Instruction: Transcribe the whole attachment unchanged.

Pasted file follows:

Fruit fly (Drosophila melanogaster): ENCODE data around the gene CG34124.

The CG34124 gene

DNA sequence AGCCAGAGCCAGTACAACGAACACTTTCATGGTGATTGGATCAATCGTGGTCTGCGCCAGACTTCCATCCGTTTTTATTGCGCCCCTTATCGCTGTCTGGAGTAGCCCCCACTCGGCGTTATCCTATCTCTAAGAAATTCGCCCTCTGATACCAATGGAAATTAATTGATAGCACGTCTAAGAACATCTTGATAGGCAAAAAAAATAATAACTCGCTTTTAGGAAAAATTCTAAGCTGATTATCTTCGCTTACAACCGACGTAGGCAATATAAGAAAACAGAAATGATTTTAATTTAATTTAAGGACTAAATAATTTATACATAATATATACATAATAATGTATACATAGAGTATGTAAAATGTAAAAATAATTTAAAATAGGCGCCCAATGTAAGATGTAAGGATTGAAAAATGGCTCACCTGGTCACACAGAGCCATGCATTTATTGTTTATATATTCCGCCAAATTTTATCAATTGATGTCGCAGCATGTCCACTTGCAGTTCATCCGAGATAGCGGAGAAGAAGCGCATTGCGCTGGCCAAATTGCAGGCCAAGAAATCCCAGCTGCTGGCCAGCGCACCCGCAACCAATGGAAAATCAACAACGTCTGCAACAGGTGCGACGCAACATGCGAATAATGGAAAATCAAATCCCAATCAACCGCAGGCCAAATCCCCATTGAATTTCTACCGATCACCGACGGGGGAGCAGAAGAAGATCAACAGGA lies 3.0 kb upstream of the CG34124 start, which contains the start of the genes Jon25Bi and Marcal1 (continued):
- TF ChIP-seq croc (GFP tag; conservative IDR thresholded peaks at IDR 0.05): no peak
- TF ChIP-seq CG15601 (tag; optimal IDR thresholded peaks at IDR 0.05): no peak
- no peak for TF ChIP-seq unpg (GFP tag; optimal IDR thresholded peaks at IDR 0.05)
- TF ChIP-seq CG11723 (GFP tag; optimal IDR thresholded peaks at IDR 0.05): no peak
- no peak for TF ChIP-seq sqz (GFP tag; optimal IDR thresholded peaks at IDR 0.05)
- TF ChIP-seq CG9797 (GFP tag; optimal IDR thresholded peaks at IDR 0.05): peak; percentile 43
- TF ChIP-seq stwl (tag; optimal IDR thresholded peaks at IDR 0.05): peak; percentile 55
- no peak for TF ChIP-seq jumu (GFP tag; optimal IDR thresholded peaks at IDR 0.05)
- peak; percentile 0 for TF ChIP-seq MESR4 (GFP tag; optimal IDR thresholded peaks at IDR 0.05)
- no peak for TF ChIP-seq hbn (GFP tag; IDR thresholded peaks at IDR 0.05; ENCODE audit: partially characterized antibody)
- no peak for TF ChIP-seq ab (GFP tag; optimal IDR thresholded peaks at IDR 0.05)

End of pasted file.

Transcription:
Fruit fly (Drosophila melanogaster): ENCODE data around the gene CG34124.

The CG34124 gene

DNA sequence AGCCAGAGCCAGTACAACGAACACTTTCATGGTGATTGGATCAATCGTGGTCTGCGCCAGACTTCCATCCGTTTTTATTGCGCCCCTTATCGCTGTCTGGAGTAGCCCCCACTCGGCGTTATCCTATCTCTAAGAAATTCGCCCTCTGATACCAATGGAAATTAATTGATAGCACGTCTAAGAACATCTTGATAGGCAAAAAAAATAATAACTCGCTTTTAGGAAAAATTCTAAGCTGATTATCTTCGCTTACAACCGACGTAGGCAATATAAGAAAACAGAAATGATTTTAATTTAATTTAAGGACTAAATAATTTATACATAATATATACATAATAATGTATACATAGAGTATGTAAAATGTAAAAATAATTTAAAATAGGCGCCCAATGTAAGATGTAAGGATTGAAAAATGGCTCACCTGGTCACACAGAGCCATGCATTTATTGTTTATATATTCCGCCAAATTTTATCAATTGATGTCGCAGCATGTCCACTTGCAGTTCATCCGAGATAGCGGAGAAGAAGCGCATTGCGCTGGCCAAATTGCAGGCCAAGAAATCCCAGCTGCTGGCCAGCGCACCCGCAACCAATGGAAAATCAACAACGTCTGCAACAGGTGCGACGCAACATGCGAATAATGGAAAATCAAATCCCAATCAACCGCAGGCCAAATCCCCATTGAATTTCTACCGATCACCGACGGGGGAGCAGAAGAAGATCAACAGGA lies 3.0 kb upstream of the CG34124 start, which contains the start of the genes Jon25Bi and Marcal1 (continued):
- TF ChIP-seq croc (GFP tag; conservative IDR thresholded peaks at IDR 0.05): no peak
- TF ChIP-seq CG15601 (tag; optimal IDR thresholded peaks at IDR 0.05): no peak
- no peak for TF ChIP-seq unpg (GFP tag; optimal IDR thresholded peaks at IDR 0.05)
- TF ChIP-seq CG11723 (GFP tag; optimal IDR thresholded peaks at IDR 0.05): no peak
- no peak for TF ChIP-seq sqz (GFP tag; optimal IDR thresholded peaks at IDR 0.05)
- TF ChIP-seq CG9797 (GFP tag; optimal IDR thresholded peaks at IDR 0.05): peak; percentile 43
- TF ChIP-seq stwl (tag; optimal IDR thresholded peaks at IDR 0.05): peak; percentile 55
- no peak for TF ChIP-seq jumu (GFP tag; optimal IDR thresholded peaks at IDR 0.05)
- peak; percentile 0 for TF ChIP-seq MESR4 (GFP tag; optimal IDR thresholded peaks at IDR 0.05)
- no peak for TF ChIP-seq hbn (GFP tag; IDR thresholded peaks at IDR 0.05; ENCODE audit: partially characterized antibody)
- no peak for TF ChIP-seq ab (GFP tag; optimal IDR thresholded peaks at IDR 0.05)